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The German government’s plan against the spread of right-wing extremism

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The German government’s plan against the spread of right-wing extremism

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German Interior Minister Nancy Faeser on Tuesday he proposed a 13-point plan to limit the spread of right-wing extremism in Germany, a topic that has been discussed for months due to the increase in support for Alternative für Deutschland (AfD), the main German far-right party.

AfD has existed for about ten years and has gone through various phases: in recent months he’s trying to tell himself as a more moderate party than its origins, but several leaders and activists remain in contact with neo-Nazi and illiberal environments. The German secret services have long placed the party under surveillance to assess its danger. At the beginning of January, news that some party leaders had discussed a plan with well-known neo-Nazi activists to expel asylum seekers and German citizens of foreign origin had provoked large pro-democracy demonstrations.

Faeser’s plan is considered a first response to those demonstrations by the government, led by a center-left coalition.

Plan (PDF) is titled Resolutely combat right-wing extremism – use the instruments of defensive democracy, “Strongly countering right-wing extremism – Tools to defend democracy”. Above all, it contains various indications for countering right-wing extremism at all levels, involving both local authorities, the judiciary and the police.

The most concrete proposal concerns a restriction of the laws on the sale and possession of weapons, which in Germany are already quite strict. The newspaper Southgerman newspaper explains in short, the government would like to allow members of organizations under investigation by the Federal Office for the Protection of the Constitution, i.e. the internal secret services, to revoke their weapons licenses. The plan also includes a ban on the sale of semi-automatic weapons to private citizens. The same measure had already been proposed by Faeser two years ago, but it had never entered into force due to the opposition of one of the majority parties, the liberals of the FDP.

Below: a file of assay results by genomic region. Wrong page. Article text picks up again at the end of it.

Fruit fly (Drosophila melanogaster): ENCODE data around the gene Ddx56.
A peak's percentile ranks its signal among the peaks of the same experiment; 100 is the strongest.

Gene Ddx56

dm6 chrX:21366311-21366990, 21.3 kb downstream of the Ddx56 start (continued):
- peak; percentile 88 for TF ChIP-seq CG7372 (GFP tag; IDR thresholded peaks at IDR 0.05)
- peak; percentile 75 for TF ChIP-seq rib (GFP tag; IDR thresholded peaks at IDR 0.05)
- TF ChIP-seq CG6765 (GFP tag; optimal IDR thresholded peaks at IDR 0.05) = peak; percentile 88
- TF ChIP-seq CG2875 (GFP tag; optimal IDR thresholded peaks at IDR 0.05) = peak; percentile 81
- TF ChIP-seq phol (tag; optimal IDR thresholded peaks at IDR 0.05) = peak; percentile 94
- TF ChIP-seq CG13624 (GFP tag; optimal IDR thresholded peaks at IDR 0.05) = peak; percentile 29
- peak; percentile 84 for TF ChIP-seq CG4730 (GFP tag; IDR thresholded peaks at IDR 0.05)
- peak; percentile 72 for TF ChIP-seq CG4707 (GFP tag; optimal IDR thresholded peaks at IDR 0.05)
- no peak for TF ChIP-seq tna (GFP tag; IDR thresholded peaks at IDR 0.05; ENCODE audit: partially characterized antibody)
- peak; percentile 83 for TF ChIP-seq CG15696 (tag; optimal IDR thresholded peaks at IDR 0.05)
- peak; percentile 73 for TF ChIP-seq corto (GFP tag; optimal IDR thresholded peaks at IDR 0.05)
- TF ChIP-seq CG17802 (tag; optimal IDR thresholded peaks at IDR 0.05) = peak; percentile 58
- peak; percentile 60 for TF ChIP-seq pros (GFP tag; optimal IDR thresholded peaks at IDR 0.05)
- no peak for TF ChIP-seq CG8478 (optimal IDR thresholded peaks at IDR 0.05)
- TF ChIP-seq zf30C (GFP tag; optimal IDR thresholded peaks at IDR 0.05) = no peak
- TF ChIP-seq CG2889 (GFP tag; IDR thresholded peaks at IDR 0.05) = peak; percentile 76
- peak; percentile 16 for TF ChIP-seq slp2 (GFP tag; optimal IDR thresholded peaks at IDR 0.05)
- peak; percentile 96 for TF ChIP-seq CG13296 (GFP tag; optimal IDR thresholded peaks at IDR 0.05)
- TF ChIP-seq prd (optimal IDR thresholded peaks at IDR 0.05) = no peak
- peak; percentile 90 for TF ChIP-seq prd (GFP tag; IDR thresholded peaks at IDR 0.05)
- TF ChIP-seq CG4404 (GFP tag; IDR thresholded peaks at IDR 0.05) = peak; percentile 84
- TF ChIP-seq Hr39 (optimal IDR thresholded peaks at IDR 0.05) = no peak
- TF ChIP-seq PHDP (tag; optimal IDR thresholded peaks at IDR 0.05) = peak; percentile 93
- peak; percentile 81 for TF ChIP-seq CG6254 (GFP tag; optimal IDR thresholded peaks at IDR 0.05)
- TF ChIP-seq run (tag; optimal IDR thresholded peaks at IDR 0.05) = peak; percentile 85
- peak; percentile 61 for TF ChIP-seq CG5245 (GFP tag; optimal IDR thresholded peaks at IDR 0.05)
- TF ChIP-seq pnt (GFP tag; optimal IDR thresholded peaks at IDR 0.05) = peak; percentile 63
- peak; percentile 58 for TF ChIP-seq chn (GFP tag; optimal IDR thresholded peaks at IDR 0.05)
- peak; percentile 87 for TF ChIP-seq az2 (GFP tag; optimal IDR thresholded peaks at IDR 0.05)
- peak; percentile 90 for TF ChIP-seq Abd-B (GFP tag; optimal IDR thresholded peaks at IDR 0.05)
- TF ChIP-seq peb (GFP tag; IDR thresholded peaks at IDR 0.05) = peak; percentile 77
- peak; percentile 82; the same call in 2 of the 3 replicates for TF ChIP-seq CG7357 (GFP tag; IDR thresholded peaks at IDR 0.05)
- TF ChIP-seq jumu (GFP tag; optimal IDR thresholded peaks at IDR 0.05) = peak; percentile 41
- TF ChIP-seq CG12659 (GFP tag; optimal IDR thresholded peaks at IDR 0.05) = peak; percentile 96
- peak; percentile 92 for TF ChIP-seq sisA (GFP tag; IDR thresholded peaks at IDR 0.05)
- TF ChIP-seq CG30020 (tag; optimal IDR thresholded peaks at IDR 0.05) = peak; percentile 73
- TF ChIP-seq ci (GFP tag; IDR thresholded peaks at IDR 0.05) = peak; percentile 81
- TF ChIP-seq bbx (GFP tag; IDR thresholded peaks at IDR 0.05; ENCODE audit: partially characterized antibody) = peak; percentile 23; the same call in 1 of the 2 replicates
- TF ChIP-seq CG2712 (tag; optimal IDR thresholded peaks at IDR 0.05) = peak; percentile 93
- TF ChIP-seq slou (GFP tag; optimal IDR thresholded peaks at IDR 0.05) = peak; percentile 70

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Even the then Chancellor Angela Merkel several years ago had proposed a plan to counter right-wing extremism, which remained largely unapplied: the current majority, however, believes that today there is a broader political consensus, also in the country, on the fight against right-wing extremism, precisely because of the increase in support for the AfD.

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Another point of Faeser’s plan provides for greater funds for prevention activities against the spread of extremism in schools. Especially in certain regions AfD is very popular among younger Germans, and its youth wing is extremely active, as well as being the most extremist. In the summer of 2023 the internal secret services they had defined the youth wing of AfD a threat to German democracy (AfD appealed, and a complicated court case has been ongoing ever since).

Faeser’s plan also includes support for a parliamentary proposal to strengthen the independence of the German Constitutional Court. Illiberal European regimes have often strengthened their power through the control of the courts: this has also been seen in recent years in Hungary and Poland.

For months in Germany there has also been discussion about whether to ban the AfD entirely: from a practical point of view there are various reasons to think that it would be particularly complex, due to the fact that at least nominally the party does not say it is against the democratic and liberal structure of the German state, and that so far the violent episodes have remained rather isolated. In German history there are precedents, but they are very rare: in 1952 the German Constitutional Court banned the Reich Socialist Party, heir to the Nazi Party, and in 1956 the German Communist Party.

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– Read also: Can the AfD be banned?

According to some, banning AfD would be a politically risky move, which risks further strengthening the party. A few weeks ago Friedrich Merz, leader of the CDU, the main centre-right party, said that “these fake debates” only increase support for the AfD. «Do the Social Democrats really believe that we can simply ban a party that reaches 30 percent in the polls? It’s a frightening suppression of reality,” he commented.

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